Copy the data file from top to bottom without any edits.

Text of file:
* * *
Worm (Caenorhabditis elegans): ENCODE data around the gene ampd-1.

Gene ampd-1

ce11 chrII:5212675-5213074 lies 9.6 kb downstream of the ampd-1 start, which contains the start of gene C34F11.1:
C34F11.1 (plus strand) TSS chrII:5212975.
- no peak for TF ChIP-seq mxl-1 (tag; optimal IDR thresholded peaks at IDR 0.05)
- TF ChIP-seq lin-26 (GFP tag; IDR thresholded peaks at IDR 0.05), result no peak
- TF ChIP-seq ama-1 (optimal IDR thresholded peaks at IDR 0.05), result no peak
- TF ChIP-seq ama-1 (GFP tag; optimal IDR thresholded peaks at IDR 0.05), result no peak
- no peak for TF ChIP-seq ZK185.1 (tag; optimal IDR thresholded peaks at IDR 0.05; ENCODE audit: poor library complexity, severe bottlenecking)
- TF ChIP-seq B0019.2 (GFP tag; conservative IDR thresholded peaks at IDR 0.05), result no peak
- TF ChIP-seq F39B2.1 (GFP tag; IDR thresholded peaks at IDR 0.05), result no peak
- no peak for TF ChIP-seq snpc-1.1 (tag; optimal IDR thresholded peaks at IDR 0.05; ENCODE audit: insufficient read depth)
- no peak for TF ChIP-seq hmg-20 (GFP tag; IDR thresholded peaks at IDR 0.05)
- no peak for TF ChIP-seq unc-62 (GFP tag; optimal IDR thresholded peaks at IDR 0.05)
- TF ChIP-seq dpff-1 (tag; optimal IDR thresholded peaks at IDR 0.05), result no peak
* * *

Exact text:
Worm (Caenorhabditis elegans): ENCODE data around the gene ampd-1.

Gene ampd-1

ce11 chrII:5212675-5213074 lies 9.6 kb downstream of the ampd-1 start, which contains the start of gene C34F11.1:
C34F11.1 (plus strand) TSS chrII:5212975.
- no peak for TF ChIP-seq mxl-1 (tag; optimal IDR thresholded peaks at IDR 0.05)
- TF ChIP-seq lin-26 (GFP tag; IDR thresholded peaks at IDR 0.05), result no peak
- TF ChIP-seq ama-1 (optimal IDR thresholded peaks at IDR 0.05), result no peak
- TF ChIP-seq ama-1 (GFP tag; optimal IDR thresholded peaks at IDR 0.05), result no peak
- no peak for TF ChIP-seq ZK185.1 (tag; optimal IDR thresholded peaks at IDR 0.05; ENCODE audit: poor library complexity, severe bottlenecking)
- TF ChIP-seq B0019.2 (GFP tag; conservative IDR thresholded peaks at IDR 0.05), result no peak
- TF ChIP-seq F39B2.1 (GFP tag; IDR thresholded peaks at IDR 0.05), result no peak
- no peak for TF ChIP-seq snpc-1.1 (tag; optimal IDR thresholded peaks at IDR 0.05; ENCODE audit: insufficient read depth)
- no peak for TF ChIP-seq hmg-20 (GFP tag; IDR thresholded peaks at IDR 0.05)
- no peak for TF ChIP-seq unc-62 (GFP tag; optimal IDR thresholded peaks at IDR 0.05)
- TF ChIP-seq dpff-1 (tag; optimal IDR thresholded peaks at IDR 0.05), result no peak